Just a few years ago, routers probably cost under $50 and were fairly simple, built for the days when we had to worry about connecting a laptop and maybe a smartphone or two. Now the average house has multiple smartphones that are constantly connected to the WiFi network, not to mention tablets, a gaming console, maybe some watches or even the occasional fridge or thermostat. On top of all those gadgets, we're demanding connectivity now in every part of the house rather than just in the office and den.
While the way we use our WiFi networks has completely changed over the past five years or so, chances are most people haven't given a thought to upgrading their router. That, in a nutshell, is why your WiFi is struggling.
If you haven't updated your router in the past five years or so, you should know there's a new generation of routers out in stores that are more up to the task of dealing with the modern gadget-heavy home.
But there's a big downside: Price.
You could easily spend more than $200 for some of the best routers on the market these days. That's because there is some revolutionary new technology going into the humble router. If you've glanced at the newest products, you'll notice that a lot of them have a bunch of antennae sticking out of them, or have a different shape altogether — designs that enable them to handle heavier workloads and the way people walk around their homes with WiFi connected devices in their hands.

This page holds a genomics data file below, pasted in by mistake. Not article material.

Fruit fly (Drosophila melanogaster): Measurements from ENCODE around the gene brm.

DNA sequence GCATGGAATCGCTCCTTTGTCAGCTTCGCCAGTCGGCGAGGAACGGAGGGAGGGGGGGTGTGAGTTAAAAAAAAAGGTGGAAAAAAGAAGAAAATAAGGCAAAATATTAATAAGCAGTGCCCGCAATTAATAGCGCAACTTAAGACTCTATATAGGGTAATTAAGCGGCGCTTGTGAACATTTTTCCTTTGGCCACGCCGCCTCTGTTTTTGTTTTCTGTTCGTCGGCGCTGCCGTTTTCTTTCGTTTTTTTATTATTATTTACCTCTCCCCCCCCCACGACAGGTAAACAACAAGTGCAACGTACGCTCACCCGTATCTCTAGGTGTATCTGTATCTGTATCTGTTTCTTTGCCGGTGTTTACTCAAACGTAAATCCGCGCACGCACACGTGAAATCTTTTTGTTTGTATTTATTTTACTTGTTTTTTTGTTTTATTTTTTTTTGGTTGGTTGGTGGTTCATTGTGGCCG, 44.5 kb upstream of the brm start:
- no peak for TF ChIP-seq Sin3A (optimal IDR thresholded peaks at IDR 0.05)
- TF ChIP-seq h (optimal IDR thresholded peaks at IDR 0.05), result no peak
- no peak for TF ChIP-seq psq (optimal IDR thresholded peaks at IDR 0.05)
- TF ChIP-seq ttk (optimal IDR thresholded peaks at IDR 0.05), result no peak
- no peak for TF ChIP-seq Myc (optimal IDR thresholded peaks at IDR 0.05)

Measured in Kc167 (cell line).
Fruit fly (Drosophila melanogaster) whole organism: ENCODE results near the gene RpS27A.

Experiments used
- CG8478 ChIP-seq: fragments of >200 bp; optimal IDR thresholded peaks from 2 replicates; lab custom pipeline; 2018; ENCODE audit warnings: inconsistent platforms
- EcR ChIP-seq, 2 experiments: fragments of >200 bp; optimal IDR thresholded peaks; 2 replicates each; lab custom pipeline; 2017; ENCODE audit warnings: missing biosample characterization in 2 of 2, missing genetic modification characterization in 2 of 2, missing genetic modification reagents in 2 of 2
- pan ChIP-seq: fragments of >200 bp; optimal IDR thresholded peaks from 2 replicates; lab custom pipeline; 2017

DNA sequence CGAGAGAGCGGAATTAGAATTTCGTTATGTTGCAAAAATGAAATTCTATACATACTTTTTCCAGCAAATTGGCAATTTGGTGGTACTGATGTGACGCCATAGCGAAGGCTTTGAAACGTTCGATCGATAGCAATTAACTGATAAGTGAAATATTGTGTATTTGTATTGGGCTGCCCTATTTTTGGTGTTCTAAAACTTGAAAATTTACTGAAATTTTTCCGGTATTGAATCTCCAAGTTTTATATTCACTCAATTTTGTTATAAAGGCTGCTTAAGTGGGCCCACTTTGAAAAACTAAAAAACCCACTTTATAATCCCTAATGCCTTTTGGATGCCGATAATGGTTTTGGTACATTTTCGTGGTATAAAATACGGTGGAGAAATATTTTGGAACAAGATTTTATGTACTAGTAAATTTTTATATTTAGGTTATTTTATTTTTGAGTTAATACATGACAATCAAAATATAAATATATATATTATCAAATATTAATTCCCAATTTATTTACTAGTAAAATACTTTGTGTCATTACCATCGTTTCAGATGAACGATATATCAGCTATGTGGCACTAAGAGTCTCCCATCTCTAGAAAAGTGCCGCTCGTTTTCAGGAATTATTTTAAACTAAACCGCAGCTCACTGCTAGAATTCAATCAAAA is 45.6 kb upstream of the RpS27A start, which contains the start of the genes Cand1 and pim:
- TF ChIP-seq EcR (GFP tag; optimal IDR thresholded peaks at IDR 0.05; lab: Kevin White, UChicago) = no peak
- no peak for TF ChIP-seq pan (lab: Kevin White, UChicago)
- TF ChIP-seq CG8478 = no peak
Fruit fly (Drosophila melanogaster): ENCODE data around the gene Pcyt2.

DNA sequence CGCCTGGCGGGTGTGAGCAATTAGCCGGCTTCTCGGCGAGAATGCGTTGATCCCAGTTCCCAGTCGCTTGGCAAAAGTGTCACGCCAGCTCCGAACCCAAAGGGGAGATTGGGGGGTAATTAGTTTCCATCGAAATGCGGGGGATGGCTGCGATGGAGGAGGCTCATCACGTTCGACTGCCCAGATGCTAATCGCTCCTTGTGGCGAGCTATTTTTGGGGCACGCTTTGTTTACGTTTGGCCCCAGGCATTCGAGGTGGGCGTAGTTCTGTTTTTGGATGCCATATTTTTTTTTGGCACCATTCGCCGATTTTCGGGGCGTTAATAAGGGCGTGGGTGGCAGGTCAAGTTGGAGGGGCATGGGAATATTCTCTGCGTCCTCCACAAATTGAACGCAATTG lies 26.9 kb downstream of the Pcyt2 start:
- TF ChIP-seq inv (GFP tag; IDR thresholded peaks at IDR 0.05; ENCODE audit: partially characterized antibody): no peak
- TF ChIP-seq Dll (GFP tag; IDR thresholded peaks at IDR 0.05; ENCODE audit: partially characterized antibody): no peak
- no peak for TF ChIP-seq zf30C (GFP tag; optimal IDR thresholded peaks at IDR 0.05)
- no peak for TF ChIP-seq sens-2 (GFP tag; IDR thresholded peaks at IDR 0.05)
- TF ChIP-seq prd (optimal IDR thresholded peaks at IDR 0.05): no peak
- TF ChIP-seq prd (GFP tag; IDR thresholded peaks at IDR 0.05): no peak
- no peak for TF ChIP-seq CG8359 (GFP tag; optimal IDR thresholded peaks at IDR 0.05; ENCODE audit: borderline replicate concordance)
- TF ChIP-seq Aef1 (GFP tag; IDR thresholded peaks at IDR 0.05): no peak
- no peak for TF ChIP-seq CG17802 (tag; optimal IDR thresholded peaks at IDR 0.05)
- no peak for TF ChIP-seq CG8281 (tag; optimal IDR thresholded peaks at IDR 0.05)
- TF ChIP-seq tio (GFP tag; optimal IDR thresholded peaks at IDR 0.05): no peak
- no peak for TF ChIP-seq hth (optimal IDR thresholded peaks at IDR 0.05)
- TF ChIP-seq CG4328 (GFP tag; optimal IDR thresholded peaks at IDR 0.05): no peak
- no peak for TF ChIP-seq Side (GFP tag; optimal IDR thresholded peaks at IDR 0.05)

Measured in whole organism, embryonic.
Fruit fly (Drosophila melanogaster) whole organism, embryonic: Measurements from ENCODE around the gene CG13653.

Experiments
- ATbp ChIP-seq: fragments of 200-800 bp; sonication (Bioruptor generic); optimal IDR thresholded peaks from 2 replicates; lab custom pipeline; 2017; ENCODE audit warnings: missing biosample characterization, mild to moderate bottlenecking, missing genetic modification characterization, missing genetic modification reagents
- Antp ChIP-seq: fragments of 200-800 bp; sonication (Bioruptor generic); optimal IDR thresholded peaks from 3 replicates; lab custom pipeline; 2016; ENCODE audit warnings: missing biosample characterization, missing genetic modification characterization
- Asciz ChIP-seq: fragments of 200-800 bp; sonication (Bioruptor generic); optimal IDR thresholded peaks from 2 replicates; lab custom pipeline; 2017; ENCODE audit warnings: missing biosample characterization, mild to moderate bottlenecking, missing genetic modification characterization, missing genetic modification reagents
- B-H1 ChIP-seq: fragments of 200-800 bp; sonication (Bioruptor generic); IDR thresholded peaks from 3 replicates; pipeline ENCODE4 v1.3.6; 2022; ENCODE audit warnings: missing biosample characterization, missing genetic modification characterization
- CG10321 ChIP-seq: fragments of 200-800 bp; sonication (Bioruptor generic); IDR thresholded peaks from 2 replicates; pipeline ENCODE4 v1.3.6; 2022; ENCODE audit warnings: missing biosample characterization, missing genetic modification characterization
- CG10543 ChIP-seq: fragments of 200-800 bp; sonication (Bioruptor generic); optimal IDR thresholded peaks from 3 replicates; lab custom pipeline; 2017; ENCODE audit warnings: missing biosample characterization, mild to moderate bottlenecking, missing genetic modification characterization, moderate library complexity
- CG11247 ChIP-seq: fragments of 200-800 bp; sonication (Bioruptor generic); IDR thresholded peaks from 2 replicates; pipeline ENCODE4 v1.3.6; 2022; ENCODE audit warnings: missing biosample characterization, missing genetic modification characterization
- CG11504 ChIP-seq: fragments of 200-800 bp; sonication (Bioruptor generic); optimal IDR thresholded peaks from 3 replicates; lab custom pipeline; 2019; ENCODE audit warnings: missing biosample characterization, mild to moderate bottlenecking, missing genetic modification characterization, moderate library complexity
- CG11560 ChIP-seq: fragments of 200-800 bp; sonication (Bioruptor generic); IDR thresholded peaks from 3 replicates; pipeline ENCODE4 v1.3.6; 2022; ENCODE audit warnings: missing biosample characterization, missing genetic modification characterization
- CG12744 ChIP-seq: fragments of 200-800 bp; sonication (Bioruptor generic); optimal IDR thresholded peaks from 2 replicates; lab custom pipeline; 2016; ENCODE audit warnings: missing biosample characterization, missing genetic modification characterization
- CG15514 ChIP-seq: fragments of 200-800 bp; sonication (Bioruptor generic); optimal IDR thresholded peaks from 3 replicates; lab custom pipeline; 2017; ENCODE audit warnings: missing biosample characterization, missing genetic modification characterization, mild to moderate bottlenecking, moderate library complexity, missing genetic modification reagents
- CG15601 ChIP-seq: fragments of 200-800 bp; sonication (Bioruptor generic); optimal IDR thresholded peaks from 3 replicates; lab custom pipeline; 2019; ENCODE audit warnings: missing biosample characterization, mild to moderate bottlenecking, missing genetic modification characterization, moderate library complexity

More specifically, there have been two major breakthroughs in WiFi technology that are now showing up in consumer routers, according to Ted Rappaport, a fellow with the Institute of Electrical and Electronics Engineers (IEEE).
One is MIMO, short for multiple-input multiple-output. This is sort of like adding more lanes to a highway — routers now have multiple transmitters and antennae that allow for data to stream from more devices simultaneously. Extending the highway metaphor a bit -- MIMO is not necessarily allowing more data (the cars) to go faster on the road. It's enabling more data to get through at a single time. "This enables ten, maybe up to 50 times the data rate of what routers could do a few years ago," Rappaport said.